PHOENIX — When Intel’s CEO appeared at the White House last week to announce a revived effort to build a new factory in Chandler, he talked about the need for more favorable tax policies under the Trump administration.
The company also stands to get a big tax break at the state level under legislation introduced in Arizona designed to help big manufacturers like Intel.
Manufacturers are sitting on tens of millions of dollars in state income tax credits they can’t use because previous cuts in Arizona corporate income taxes favoring them leave them owing no tax here.
The legislation by Rep. Jeff Weninger, R-Chandler, would allow them to use those credits in other ways by getting cash refunds or money to offset sales-tax expenses when they invest in new facilities.
Manufacturers would they only get half their credits back, the program is capped $10 million per year, and companies must agree to remain in Arizona for five years.
The proposal in House Bill 2492 is set for a committee hearing Wednesday. It also contains three other major incentives for big manufacturers like Intel, Raytheon, Honeywell and Boeing.
Weninger said the effort is needed to boost the state’s competitiveness. He noted increased competition from other states and nations and the need to work to attract and retain high-paying manufacturing jobs.
“We have to do whatever we can to remain very, very competitive with those other people,” Weninger said in an interview Friday.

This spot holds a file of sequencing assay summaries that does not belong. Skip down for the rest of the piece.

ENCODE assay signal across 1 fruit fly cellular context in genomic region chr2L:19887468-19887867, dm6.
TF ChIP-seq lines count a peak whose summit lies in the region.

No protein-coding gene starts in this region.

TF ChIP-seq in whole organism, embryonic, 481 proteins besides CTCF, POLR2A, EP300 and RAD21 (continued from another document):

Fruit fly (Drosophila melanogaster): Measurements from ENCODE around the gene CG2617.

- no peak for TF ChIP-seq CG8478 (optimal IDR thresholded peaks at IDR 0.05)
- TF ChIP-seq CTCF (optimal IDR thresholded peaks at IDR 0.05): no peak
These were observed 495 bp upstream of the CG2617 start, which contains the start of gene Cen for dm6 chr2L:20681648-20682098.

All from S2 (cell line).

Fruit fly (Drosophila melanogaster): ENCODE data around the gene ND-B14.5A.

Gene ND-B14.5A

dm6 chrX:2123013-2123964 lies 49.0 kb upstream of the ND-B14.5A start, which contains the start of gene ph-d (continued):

The proposal was introduced just days before Intel CEO Brian Krzanich announced during a meeting with President Donald Trump last week that the company would invest $7 billion to complete a computer chip plant in Chandler.
The plant has been vacant since it was built several years ago. The announcement echoed one Intel made in 2011 with former President Barack Obama that never came to fruition.
The plant is expected to be completed in three to four years and directly employ about 3,000 new workers. Krzanich indicated the company was counting on a tax break under the new administration.
“It’s really in support of the tax and regulatory policies that we see the administration pushing forward that really make it advantageous to be manufacturing in the U.S,” he said.
Weninger said his proposal isn’t linked to Intel’s announcement and had been in the works for months during talks with big manufacturing companies, including Raytheon, Boeing, Intel and Honeywell.
“This is something that’s been going on for a long time, these companies all working together, all trying to figure out something where we can make Arizona more and more competitive,” he said.
But others believe Intel surely will be a major and early beneficiary.
“I don’t think there’s any doubt about that,” said Kevin McCarthy, president of the Arizona Tax Research Association. “They’ve got all the national news surrounding their expansion. There’s probably some link there.”
Three other incentives that would help Intel are wrapped into Weninger’s proposal.
One is a new job creation program giving big companies about $3 million a year in tax rebates. The second creates a new sales tax exemption for supplies needed in manufacturing clean rooms, while a third lowers property taxes on new equipment already taxed at an ultra-low rate in special trade zones like the one Intel occupies in Chandler.
That and other provisions of the proposal trouble McCarthy, whose association generally opposes tax policies that single out classes of taxpayers because others have to pick up the tab.
“We have concerns about the breadth of this,” he said. “We definitely have concerns about the expansion of accelerated depreciation to Class 6 property.
“That much I know for sure, because (trade-zone) property applies to well more than the manufacturers who I know are advocating this.”
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